CYANIDE is a customizable environment for developing, testing, and deploying out-of-brand sensing, monitoring, and recovery technologies for the cyber defense of information and sensor networks.
KBSI’s Cyber Network Attack and Intrusion Detection and Recovery Environment (CYANIDE) initiative developed a customizable environment that supports the modeling, development, test, and deployment of sensing, monitoring, and recovery technology for centralized and distributed cyber attacks on a wide range of sensor and information networks. The CYANIDE vision was to provide a comprehensive experimentation framework that supports a wide range of attack, detection, and recovery modules. The framework is extensible and supports new research ideas for cyber exploitation, cyber infrastructure protection, anomaly detection, distributed intrusion detection and cyber recovery.
The CYANIDE technology allows network security specialists and researchers to keep pace with developments in cyber networks and, consequently, cyber network attacks. The CYANIDE technology assembles, into a common experimentation station, multiple anomaly/intrusion detection and cyber situational awareness techniques and applies them to emerging cyber networks including wireless sensor networks (WSNs) and heterogeneous sensor networks (HSNs), electronic warfare networks, space-based networks, and their interconnections. The CYANIDE technology provides the tools necessary for rapidly generating threats and malware, and the technology monitors and detects attacks and intrusions using different strategies for applications, hosts, and networks (information, sensor and grid). CYANIDE uses centralized, hierarchically, and fully distributed strategies and deploys these strategies over a wide range of cyber networks to provide network situational awareness and analysis of intrusion detection performance.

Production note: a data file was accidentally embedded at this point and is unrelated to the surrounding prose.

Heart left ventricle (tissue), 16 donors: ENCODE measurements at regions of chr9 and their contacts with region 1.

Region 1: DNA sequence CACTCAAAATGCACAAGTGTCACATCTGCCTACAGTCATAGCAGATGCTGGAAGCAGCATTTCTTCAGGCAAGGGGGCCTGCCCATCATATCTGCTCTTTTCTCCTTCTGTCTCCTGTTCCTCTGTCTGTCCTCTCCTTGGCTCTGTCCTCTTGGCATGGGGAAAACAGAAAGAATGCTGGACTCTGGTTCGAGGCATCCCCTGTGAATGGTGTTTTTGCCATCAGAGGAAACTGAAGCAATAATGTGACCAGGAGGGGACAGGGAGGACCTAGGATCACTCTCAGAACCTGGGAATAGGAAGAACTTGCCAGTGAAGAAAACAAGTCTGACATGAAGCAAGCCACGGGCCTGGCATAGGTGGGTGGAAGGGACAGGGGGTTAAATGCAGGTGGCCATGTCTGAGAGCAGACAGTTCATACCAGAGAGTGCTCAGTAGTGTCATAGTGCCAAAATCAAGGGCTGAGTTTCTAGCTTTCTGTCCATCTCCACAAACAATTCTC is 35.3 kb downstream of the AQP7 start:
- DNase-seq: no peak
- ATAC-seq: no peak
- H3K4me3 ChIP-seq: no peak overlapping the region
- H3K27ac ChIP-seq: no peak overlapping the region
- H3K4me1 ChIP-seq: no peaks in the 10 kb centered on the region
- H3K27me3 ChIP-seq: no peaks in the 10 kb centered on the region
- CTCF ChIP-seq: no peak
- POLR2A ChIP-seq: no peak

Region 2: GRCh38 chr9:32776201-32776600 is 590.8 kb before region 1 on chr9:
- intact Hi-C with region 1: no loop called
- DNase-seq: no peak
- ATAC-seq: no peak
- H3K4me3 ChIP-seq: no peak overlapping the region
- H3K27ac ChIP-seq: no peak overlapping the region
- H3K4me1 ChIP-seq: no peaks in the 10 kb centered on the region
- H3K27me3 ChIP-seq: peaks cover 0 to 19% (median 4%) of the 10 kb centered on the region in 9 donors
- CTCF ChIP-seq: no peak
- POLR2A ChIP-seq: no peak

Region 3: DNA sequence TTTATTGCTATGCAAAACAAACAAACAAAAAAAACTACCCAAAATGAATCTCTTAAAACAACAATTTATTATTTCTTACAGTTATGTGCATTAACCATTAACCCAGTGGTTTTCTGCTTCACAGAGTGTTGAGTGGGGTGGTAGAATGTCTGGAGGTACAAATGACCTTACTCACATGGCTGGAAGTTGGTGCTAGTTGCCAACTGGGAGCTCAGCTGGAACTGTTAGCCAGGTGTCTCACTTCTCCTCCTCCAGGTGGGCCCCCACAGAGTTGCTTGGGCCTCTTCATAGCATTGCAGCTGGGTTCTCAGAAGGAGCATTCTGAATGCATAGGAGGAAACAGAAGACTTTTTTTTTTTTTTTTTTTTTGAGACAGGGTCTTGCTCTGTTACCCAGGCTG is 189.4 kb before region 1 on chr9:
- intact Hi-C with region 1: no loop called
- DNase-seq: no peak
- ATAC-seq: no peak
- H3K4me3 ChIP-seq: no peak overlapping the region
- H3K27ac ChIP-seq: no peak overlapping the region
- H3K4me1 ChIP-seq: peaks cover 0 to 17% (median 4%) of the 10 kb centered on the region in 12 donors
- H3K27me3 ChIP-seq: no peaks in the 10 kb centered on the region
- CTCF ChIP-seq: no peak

The initial phase of the initiative established the feasibility of the concept, designing and demonstrating a proof-of-concept CYANIDE framework and situational awareness capabilities for emerging cyber network types. Phase II of the project developed the CYANIDE method, which utilizes a number of network simulation engines to model and generate data from simulations of emerging cyber networks and threats.